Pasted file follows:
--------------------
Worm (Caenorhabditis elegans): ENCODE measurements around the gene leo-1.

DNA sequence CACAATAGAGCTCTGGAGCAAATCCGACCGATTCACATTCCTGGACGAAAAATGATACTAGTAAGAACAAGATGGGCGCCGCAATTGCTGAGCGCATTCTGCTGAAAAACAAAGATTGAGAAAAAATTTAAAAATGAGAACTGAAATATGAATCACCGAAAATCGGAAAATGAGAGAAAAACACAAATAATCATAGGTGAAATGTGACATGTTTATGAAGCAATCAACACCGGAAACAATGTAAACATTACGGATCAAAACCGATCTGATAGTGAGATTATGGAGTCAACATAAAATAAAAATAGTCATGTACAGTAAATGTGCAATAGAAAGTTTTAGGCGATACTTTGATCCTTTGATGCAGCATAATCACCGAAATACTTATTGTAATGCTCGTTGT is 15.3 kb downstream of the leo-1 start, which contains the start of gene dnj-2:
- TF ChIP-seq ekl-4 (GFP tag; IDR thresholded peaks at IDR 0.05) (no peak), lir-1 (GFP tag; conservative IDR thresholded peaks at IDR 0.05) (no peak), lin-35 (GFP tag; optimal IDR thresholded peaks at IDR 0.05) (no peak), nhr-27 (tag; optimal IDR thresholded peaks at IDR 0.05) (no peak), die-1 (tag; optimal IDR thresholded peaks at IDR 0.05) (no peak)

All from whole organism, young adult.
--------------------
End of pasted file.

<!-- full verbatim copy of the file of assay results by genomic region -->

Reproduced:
Worm (Caenorhabditis elegans): ENCODE measurements around the gene leo-1.

DNA sequence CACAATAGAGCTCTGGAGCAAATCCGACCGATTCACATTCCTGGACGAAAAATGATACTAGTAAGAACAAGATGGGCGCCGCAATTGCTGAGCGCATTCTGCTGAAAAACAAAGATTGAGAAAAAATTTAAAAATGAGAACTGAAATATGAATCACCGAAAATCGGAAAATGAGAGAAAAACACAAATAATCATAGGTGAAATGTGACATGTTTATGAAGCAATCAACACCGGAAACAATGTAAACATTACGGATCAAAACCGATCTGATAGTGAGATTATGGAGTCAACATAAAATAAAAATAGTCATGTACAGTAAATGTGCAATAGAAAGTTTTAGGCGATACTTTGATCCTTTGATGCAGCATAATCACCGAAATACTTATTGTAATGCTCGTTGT is 15.3 kb downstream of the leo-1 start, which contains the start of gene dnj-2:
- TF ChIP-seq ekl-4 (GFP tag; IDR thresholded peaks at IDR 0.05) (no peak), lir-1 (GFP tag; conservative IDR thresholded peaks at IDR 0.05) (no peak), lin-35 (GFP tag; optimal IDR thresholded peaks at IDR 0.05) (no peak), nhr-27 (tag; optimal IDR thresholded peaks at IDR 0.05) (no peak), die-1 (tag; optimal IDR thresholded peaks at IDR 0.05) (no peak)

All from whole organism, young adult.